|Volume 7, Issue 1 -
Students at CRPC Affiliated Site at Maryland Build Robots for Final Exam
James Hendler, one of the researchers at the CRPC's University of Maryland affiliated site (see article "CRPC Announces University of Maryland as First Affiliated Site"), has created the university's first annual "Mobile Robot Competition." Eighteen undergraduate students from his artificial intelligence and robotics course entered the competition as their final examination for the Fall 1993 semester. The competition received extensive local newspaper and television coverage.
Hendler got the idea for the competition from a similar class at the Massachusetts Institute of Technology. Hendler bought the robot kits from MIT and incorporated them into the class. "It's a great way to teach a lot about computer programming and robotics," he said. He has even considered bringing the competition to the high school level.
In teams of two or three, the students used computer chips, Lego blocks, camera motors, rubber wheels, drive chains, sensors, and other components to build robots that competed in a capture-the-flag competition. They also had to write a computer program instructing the robot how to feel its way out of a walled corral and then locate and snatch a beacon that served as the flag.
For many of the entries, this was not an easy task. The competition really highlighted some of the challenges that artificial intelligence presents to scientists and engineers. "The programs have to be very powerful," explained Hendler. "They have to be running the motors, taking information from the sensors, and watching a clock simultaneously."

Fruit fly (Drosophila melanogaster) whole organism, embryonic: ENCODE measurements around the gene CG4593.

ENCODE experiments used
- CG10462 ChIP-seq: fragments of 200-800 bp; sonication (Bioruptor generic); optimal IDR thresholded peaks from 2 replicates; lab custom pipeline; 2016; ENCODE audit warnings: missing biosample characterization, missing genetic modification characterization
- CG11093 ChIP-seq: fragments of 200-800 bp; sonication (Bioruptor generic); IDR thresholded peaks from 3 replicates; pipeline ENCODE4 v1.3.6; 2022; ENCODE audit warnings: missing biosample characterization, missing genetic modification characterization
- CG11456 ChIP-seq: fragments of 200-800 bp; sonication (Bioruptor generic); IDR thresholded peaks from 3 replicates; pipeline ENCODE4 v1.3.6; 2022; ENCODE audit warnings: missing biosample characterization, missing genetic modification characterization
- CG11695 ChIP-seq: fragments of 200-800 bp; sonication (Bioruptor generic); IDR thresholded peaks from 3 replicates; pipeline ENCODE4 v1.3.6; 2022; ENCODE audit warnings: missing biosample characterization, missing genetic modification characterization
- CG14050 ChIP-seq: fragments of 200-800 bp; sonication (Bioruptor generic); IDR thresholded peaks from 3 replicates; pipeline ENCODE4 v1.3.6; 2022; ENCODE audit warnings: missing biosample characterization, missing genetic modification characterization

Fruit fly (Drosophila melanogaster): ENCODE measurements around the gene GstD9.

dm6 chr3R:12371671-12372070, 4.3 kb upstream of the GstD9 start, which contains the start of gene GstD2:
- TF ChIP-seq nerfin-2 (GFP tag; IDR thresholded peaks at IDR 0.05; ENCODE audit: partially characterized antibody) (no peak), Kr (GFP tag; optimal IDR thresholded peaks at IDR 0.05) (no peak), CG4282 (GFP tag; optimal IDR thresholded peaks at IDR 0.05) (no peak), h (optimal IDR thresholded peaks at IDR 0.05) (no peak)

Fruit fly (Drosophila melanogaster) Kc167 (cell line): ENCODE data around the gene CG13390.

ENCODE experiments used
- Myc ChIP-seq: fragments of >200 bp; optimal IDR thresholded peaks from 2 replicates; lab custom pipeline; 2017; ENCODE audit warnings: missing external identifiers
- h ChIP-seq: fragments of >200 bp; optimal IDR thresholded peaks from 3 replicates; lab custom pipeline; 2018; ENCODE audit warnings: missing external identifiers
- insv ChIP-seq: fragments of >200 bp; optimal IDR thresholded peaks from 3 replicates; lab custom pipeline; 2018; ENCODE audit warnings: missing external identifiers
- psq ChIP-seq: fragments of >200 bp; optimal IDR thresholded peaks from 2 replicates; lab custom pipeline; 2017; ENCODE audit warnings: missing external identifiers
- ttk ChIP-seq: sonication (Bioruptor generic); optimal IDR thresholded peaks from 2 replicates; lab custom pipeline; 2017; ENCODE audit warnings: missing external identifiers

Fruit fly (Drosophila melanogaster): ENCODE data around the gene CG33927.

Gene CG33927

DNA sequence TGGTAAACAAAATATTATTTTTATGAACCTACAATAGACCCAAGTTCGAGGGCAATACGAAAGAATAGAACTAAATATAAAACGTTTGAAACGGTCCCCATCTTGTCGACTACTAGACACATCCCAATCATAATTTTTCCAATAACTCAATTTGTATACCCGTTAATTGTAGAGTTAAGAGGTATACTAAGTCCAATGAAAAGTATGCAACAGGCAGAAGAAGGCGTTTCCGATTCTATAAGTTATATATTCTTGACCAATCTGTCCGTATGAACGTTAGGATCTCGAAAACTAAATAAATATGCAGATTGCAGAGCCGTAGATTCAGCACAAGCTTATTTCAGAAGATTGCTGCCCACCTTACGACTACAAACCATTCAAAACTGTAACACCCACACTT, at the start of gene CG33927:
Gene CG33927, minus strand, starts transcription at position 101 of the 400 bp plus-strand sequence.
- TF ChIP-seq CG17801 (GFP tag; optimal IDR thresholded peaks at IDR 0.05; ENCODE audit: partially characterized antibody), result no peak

Just getting the robots ready for the competition was tough: seven teams withdrew their entries before the bell because of technical problems. Once at the competition, some robots didn't perform as expected. One robot went into the competition intact but developed a habit of running up against the corral and waiting for instructions. Another robot worked fine in the lab, but failed to work in the competition because the lighting from TV camera crews covering the event overloaded the robot's lighting sensors.
The winner of the competition was "The Fox," a speedy, reliable robot that, surprisingly enough, "uses very simple things very consistently in the finding the beacon," noted Kyle Campbell, a collaborator on the project. His partner Narin Suphasindhu said, "once it worked, we didn't change it." Campbell noted how robots bring computer science to a whole new level. "So many times, computer theory tends to be abstract...With a robot, you can see your code come to life."
Despite technical glitches and unpredictable performances, Hendler gave all the students in his class an A for all the work that they did. "As a professor, the amount of work and enthusiasm we got out of the project was just wonderful for me to see. They duly deserve all the credit they'll receive."
Sources: Frank Roylance, Baltimore Sun, Scott Alwin, Prince George's Journal; Laura Outerbridge, Washington Times
At the University of Maryland's first annual "Mobile Robot Competition," senior Claude Correll examines "Rickshaw," his team's robot, which placed third in the event. The University of Maryland is the CRPC's first affiliated site.
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